Dwarf Seahorses Need a Different Type of Setup than the Larger Seahorse Species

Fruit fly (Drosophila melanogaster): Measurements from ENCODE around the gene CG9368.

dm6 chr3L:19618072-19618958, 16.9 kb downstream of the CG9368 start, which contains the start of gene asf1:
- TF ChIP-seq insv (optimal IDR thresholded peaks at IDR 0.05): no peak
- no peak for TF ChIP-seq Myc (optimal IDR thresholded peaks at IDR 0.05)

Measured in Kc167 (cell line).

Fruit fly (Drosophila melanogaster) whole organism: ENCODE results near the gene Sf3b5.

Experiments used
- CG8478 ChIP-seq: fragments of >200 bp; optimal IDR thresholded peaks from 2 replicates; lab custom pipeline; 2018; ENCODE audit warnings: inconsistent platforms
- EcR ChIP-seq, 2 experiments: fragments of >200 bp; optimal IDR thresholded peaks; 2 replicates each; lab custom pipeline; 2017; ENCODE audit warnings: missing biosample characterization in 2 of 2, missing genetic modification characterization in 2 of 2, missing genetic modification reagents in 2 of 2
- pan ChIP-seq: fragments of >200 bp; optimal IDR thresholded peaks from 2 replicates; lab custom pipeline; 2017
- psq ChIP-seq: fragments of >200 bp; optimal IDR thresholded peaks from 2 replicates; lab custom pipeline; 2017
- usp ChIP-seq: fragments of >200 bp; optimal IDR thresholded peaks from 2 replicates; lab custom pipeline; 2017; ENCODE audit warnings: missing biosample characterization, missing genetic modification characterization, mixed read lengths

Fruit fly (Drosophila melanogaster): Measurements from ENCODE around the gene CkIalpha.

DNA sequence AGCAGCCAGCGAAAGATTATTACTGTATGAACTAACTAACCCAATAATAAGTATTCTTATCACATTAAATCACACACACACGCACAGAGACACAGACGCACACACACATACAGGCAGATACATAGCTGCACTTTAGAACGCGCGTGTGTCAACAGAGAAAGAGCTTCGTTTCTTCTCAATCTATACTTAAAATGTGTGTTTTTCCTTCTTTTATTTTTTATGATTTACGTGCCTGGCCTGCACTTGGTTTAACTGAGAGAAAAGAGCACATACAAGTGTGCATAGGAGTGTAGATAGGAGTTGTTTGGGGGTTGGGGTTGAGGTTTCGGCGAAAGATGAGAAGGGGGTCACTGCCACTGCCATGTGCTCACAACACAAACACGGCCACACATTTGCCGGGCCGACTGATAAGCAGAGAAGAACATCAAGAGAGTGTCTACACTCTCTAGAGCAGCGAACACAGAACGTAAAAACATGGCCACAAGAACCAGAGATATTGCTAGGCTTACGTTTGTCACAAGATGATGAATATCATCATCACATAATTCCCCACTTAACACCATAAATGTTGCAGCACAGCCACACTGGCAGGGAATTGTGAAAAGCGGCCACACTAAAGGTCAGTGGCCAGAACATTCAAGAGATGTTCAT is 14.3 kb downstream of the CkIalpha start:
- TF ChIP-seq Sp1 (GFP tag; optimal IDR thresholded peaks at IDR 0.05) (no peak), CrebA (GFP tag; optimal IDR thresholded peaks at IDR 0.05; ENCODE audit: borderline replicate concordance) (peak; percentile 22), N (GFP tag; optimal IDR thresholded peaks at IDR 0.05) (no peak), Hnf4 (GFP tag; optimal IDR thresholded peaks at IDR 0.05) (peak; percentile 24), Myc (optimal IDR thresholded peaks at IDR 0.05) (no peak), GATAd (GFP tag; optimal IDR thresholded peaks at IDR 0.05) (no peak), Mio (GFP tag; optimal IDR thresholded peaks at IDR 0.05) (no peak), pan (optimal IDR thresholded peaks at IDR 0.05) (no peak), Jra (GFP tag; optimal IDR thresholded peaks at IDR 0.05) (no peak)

Since Dwarf seahorses are so small and need their food concentrated, a 4-7 gallon aquarium typically works well. An aquarium properly setup in the size range can easily maintain a herd of ~25-50 Dwarf seahorses. A common question we get asked is if Dwarf seahorses can be mixed with other seahorse species. The short answer is, it is not recommended. A properly setup Dwarf seahorse aquarium is not a good setup for other seahorse species. For this reason we do not recommend mixing Dwarf seahorses with other species including H. erectus even though their distribution naturally overlaps and the possible immunity issues we discussed earlier may not be an issue with these two species. Artemia nauplii can also irritate the gills of larger adult seahorse species also making them not compatible tank-mates. Water flow is likely going to also be lower in a Dwarf seahorse aquarium and this probably will not be enough for larger species. Larger seahorses have higher oxygen demands. Since Dwarf seahorses have such unique care requirements, especially feeding, we highly recommend keeping them in a dedicated species only aquarium and not mixing them with other seahorse species.